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Blog Tour: The Improbable Adventures of Miss Emily Soldene

About the book


‘I rode on the stage in such style, that the men in front forgot I was a girl, and also forgot to laugh.’ 


From humble beginnings as the daughter of a Clerkenwell milliner, Emily Soldene rose to become a leading lady of the London stage and a formidable impresario with her own opera company. The darling of London’s theatreland, she later reinvented herself as a journalist and writer who scandalised the capital with her backstage revelations. 
Weaving through the spurious glamour of Victorian music halls and theatres, taking encounters with the Pre-Raphaelites and legal disputes involving Charles Dickens in her stride, Emily became the toast of New York and ventured far off the beaten track to tour in Australia and New Zealand. In The Improbable Adventures of Miss Emily Soldene, a life filled with performance, travel and incident returns to centre stage. 


My review


This book is evidence that truth is, if not stranger than fiction, at least every bit as colourful, dramatic, and scintillating. Set against the vibrant backdrop of Victorian music halls and theatre, Emily Soldene’s is a story you’d expect to find in a blockbuster rather than a biography. There is something novelesque about the way Helen Batten tells it, perhaps because she sprinkles excerpts of Emily’s memoir throughout it; perhaps because she is in the unique position of being one of Emily’s descendants. This detail adds an intimate sheen to the already engaging writing, resulting in a work that is as enjoyable to read for its voice as its extraordinary content.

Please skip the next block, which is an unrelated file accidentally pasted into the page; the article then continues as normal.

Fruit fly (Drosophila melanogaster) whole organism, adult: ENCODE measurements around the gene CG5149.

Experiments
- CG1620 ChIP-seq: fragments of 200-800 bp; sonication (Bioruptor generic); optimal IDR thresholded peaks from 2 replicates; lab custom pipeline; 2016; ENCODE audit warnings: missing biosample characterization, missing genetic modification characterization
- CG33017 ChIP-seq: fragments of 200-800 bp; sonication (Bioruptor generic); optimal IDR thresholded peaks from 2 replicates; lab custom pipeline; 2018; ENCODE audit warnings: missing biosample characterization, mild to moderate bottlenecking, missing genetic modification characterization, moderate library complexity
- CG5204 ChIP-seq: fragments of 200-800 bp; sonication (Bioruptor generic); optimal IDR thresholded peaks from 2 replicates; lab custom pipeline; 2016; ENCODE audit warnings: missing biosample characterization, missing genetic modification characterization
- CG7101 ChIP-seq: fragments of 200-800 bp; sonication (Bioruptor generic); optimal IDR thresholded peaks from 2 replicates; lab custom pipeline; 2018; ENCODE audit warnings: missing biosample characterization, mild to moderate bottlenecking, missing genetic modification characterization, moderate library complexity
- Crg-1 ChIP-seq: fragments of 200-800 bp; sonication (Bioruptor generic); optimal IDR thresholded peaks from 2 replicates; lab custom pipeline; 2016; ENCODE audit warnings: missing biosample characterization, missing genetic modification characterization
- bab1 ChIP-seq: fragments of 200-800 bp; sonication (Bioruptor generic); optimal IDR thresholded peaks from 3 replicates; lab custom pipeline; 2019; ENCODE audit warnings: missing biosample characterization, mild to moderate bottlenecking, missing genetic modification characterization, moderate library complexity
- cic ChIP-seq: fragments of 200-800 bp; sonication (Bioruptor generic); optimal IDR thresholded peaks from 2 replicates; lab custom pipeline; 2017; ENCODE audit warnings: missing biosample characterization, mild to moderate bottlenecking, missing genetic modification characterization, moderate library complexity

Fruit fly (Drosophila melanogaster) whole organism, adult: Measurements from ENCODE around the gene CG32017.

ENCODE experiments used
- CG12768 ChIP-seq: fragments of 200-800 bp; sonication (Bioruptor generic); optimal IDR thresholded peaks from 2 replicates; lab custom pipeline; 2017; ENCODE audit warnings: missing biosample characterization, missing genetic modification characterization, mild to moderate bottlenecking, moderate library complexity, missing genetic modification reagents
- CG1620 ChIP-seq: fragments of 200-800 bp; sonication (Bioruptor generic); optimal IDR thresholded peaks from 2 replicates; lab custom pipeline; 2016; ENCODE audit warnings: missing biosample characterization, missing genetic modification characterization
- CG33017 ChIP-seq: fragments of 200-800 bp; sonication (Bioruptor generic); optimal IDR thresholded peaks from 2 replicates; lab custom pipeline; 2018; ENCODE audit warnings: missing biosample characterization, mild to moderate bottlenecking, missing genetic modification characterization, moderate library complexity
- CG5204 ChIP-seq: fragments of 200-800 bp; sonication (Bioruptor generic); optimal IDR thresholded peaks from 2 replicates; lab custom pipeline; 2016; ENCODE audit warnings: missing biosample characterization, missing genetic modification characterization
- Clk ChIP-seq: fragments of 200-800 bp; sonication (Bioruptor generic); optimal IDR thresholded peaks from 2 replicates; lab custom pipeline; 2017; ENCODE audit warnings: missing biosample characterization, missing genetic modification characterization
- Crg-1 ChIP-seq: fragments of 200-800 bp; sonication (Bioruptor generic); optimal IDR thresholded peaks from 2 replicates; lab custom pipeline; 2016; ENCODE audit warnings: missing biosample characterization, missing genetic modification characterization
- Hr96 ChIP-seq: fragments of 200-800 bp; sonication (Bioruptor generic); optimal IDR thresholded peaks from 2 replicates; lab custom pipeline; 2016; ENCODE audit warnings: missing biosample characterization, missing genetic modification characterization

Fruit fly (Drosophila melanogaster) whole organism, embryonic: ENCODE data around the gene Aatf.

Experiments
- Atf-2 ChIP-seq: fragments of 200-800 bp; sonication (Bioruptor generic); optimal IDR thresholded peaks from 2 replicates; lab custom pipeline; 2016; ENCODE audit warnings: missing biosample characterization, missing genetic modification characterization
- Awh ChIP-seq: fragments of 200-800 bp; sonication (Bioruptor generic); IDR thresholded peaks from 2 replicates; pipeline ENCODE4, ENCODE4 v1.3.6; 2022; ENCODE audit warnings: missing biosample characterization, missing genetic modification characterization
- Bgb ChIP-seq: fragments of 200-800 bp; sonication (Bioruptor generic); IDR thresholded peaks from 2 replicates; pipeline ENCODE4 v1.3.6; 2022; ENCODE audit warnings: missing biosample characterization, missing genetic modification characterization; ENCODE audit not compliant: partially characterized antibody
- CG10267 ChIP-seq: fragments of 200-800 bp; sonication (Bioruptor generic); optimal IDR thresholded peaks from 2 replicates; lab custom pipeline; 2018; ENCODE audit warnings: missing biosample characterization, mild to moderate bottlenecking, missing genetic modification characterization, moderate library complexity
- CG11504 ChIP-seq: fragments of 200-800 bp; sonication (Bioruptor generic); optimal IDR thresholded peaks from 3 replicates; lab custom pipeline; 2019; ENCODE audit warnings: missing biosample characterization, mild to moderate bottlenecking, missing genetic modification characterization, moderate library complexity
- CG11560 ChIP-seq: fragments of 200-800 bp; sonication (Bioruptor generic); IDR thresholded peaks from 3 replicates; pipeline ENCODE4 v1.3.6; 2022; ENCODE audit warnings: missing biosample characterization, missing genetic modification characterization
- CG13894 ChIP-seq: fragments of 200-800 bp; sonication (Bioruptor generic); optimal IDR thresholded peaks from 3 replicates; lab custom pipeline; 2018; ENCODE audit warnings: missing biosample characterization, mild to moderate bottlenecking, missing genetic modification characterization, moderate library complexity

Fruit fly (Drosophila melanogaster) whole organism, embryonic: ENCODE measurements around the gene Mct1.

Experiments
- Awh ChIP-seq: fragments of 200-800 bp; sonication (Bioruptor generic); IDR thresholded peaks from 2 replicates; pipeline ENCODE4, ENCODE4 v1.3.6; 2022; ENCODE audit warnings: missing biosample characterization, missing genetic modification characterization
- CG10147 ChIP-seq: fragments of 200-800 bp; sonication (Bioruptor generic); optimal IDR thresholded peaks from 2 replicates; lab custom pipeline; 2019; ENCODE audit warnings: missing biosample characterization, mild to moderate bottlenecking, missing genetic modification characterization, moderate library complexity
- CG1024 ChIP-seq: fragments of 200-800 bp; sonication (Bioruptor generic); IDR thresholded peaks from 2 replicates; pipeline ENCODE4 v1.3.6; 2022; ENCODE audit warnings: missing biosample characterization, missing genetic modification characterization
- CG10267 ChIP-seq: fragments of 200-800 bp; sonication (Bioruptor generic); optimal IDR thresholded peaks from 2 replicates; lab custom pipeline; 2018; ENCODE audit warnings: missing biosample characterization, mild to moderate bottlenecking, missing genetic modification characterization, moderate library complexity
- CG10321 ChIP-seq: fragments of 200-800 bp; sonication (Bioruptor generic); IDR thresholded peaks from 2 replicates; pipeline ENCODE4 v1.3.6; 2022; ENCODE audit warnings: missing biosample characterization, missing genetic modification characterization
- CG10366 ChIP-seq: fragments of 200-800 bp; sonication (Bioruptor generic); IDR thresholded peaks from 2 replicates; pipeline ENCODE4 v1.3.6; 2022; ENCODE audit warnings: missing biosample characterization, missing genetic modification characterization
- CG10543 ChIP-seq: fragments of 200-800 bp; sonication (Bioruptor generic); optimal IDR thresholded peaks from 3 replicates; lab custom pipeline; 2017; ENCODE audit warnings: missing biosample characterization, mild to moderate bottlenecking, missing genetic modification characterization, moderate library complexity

There is no doubt that the content is indeed extraordinary. Magnificently uncovering the world of 1800s showbiz, it upturns Victorian stereotypes and allows Emily’s character to shine in all its audacious glory. Emily Soldene’s escapades and Helen Batten’s narration are vivid enough by themselves, but the additional photographs add that extra layer of immersion: all packaged in a beautiful book that’s a pleasure to display on your bedside table. 

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Book Reviews

Samuel Pepys: The Unequalled Self by Claire Tomalin

You’d think a biography would pale in comparison to a flesh-and-blood diary with first-hand descriptions of The Great Fire of 1666 and The Great Plague of 1665. Not in this case! Far from being a dry mirror to the diaries, Claire Tomalin’s biography reads almost like a novel, her prose as lively and absorbing as Pepys’ own.

Samuel Pepys is searingly honest and self-aware in his diaries. He impressively avoids the temptation of presenting himself in a favourable light, instead preferring to state events how they happened – even if he ends up coming across badly.

The chapters in this biography are split thematically rather than chronologically, allowing Tomalin to dive deep into Pepys’ mind and experiences without disruption. This structure ensures depth, but doesn’t stop the book from feeling exciting and fast-paced. Tomalin’s analysis seeps into the gaps of Pepys’ diaries and fleshes them out beyond their limited time frame.

Reading this biography was so transporting it often made me feel like a rather voyeuristic fly on Pepys’ wall – although I wasn’t sorry to return to the 21st century after reading of the anaesthetic-less surgery he endured to remove a bladder stone the size of a tennis ball!

I didn’t know much about Pepys before reading this book, and assumed it might be a slow read. Instead, I raced through it like a beach read – it’s utterly gripping and you won’t regret adding it to your bookshelf one bit.